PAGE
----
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What is the nurse-patient ratio where you work?

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by kaliRN kaliRN (New Member) New Member

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Esme12 works as a emergency ,critical care,cath lab,open heart,traum.

16 Likes; 3 Followers; 3 Articles; 145,718 Visitors; 20,896 Posts

I do 2x 3-11 and 3x 11-7 in LTC.

On the 3-11 we have either 34 or 36 patients to 1 nurse and 4 CNA's.

On the 11-7 we have 70 patients to 1 nurse and 3 CNA's. Note that 1 CNA on the prior shift remains in the building until midnight and we have one CNA from the next shift start at 6.

70 patients on the night shift 11-7 and one licensed person? 3 CNA's so they have >20 patients/shift and you don't help them.

Where is this facility so I can report them.

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904 Visitors; 6 Posts

It depends on the amount of CNA coverage and call-offs we have. In a Rehabilitation Hospital in Illinois. 7/6:1 on days (lots of OT/PT help), 6/5:1 on PMs, and 7/8:1 on nights. The first number is the usual, the second is with lesser or more CNA help.

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1 Like; 16,151 Visitors; 940 Posts

I would lose my mind if I had the responsibilty of 30 patients at one time, even once! I applaud you for the job you do, while wondering (really hard) why anyone would even attempt such a thing? There isn't enough money to convince me to take on that job!

I also work in LTC and I have 25 pts. I dont like it, but keep being told that I "need experience" before being considered for work in home health or the hospital setting. :confused:

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14,272 Visitors; 426 Posts

I've never worked anywhere with minimum staffing requirements, what happens when you have too many patients and there is no one else to call in?

I have no idea. Someone who is a member of a union might know

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RedInScrubs has 3 years experience and works as a Medical-Surgical, Cardiac RN.

3,035 Visitors; 136 Posts

ICU 2:1, stepdown ICU 4:1, general med-surg 5:1, sub-acute rehab 15:1, long-term care anywhere from 25:1 to 60:1.

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fitzfan82 has 10 years experience.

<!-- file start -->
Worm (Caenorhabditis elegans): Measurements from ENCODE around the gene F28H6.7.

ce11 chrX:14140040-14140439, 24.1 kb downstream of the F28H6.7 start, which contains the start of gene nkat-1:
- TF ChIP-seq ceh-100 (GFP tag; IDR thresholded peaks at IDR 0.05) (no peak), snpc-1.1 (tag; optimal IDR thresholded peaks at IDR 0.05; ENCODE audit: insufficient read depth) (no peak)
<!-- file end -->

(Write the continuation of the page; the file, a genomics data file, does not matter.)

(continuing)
1,186 Visitors; 32 Posts

POCU (pre-op): 3 to 1

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1 Like; 16,151 Visitors; 940 Posts

I've never worked anywhere with minimum staffing requirements, what happens when you have too many patients and there is no one else to call in?

They should be calling "agency" for staff then.

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1,814 Visitors; 64 Posts

In our psych unit, the ratio is around 10-12:1 but can go as high as 15:1

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herring_RN works as a retired registered nurse.

31 Likes; 3 Followers; 97,780 Visitors; 2,867 Posts

I've never worked anywhere with minimum staffing requirements, what happens when you have too many patients and there is no one else to call in?
At my California hospital they always manage to keep the minimum ratio. They only add staff to meet the needs of high acuity patients when nurses act together.

Every so often on a Friday night there is no break relief nurse scheduled. Then all staff from both shifts signs an "Assignment Despite Objection(ADO) form stating in part, "As a patient advocate, in accordance with the California Nursing Practice Act, we are reporting that in our nursing judgment, our assignments pose a risk to the health and safety of our patients. As a result the facility is responsible for any adverse effects on patient care."

This is given to the shift supervisor who has the authority to call for agency nurses. Sometimes she does.

The charge nurse will then call the manager at home. Some managers answer and then works with the supervisor to get more staff or even come in herself.

If it continues over the weekend a delegation of about a dozen goes to the DON Monday morning. Then there is no problem for a couple months. The next time it is another unit with no break relief on a Friday night.

When there is one or more very high acuity patients often one of the patient's physicians will be called or the unit's medical director will be called and the situation explained. Sometimes an order for a sitter or for the RN assigned to the high acuity patient to have no more than two or three patients will be written.

It is more complex than this post, but when nurses work together at my hospital we are able to truly advocate for our patients.

This is the section in hospital licensing regulations that contains the ratios:

https://govt.westlaw.com/calregs/Document/I8612C410941F11E29091E6B951DDF6CE?viewType=FullText&originationContext=documenttoc&transitionType=CategoryPageItem&contextData=%28sc.Default%29

 

 

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8,597 Visitors; 784 Posts

4:1 except we have 2 non-tele pods and those can be 6:1 at night if the population isn't too heavy

I should add that this is only our unit... we have 3 floors on the hospital and I don't know how other units operate

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